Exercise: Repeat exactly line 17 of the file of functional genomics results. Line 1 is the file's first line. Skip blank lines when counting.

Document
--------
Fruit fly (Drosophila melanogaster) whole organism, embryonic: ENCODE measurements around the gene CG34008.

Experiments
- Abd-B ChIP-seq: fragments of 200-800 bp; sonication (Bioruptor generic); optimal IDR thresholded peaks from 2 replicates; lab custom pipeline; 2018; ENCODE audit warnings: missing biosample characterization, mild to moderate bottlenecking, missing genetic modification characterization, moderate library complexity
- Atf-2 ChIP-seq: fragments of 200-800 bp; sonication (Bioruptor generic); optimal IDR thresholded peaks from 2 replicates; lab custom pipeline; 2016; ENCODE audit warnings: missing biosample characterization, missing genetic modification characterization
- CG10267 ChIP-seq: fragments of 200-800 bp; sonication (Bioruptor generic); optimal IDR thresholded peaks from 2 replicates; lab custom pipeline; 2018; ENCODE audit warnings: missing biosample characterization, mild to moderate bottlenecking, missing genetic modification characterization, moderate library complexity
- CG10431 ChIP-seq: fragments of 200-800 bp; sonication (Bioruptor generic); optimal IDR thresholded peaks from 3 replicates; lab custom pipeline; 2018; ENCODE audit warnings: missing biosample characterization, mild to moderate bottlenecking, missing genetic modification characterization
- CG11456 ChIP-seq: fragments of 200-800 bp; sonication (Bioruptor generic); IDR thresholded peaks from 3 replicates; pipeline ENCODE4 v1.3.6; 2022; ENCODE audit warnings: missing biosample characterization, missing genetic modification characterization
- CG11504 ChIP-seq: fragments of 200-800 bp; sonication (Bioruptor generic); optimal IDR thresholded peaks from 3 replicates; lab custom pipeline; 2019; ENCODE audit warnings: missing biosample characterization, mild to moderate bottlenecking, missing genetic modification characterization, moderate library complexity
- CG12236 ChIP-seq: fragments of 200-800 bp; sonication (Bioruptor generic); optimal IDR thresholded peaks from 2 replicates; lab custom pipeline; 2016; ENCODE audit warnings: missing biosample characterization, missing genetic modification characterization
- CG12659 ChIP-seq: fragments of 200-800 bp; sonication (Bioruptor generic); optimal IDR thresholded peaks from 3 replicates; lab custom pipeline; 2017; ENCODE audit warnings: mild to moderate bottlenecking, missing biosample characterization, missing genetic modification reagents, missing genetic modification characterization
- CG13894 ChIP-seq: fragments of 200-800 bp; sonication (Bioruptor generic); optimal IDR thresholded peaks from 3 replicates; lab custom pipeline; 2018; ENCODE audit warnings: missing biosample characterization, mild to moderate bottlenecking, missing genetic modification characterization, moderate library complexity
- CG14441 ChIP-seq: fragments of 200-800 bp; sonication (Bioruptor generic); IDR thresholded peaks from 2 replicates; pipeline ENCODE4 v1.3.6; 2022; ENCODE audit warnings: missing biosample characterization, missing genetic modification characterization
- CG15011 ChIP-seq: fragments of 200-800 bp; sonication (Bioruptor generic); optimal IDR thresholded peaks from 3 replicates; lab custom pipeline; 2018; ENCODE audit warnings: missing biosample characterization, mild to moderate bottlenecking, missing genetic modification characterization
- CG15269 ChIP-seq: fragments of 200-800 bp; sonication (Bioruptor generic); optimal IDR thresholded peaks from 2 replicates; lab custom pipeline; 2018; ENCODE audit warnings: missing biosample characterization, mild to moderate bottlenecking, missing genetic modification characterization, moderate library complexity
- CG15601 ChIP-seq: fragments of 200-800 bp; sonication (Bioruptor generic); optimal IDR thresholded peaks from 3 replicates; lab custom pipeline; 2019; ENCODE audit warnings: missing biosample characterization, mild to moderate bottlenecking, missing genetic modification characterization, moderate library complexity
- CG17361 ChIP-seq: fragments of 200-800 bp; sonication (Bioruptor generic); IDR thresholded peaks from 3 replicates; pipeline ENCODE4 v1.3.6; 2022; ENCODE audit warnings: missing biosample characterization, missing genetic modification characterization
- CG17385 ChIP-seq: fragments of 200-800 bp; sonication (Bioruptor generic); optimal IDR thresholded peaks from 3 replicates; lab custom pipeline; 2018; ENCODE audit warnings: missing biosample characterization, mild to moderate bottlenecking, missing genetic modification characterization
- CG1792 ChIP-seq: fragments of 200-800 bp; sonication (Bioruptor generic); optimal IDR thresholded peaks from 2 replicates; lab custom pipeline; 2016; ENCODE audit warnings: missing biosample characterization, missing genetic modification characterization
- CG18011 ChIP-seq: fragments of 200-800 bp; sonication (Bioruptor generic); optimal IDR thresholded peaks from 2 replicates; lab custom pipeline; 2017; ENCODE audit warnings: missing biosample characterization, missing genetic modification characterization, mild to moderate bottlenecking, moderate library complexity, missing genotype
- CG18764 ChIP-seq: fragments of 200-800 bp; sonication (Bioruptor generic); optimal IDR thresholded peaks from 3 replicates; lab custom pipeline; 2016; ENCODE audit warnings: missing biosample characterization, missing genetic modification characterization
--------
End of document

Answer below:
- CG17385 ChIP-seq: fragments of 200-800 bp; sonication (Bioruptor generic); optimal IDR thresholded peaks from 3 replicates; lab custom pipeline; 2018; ENCODE audit warnings: missing biosample characterization, mild to moderate bottlenecking, missing genetic modification characterization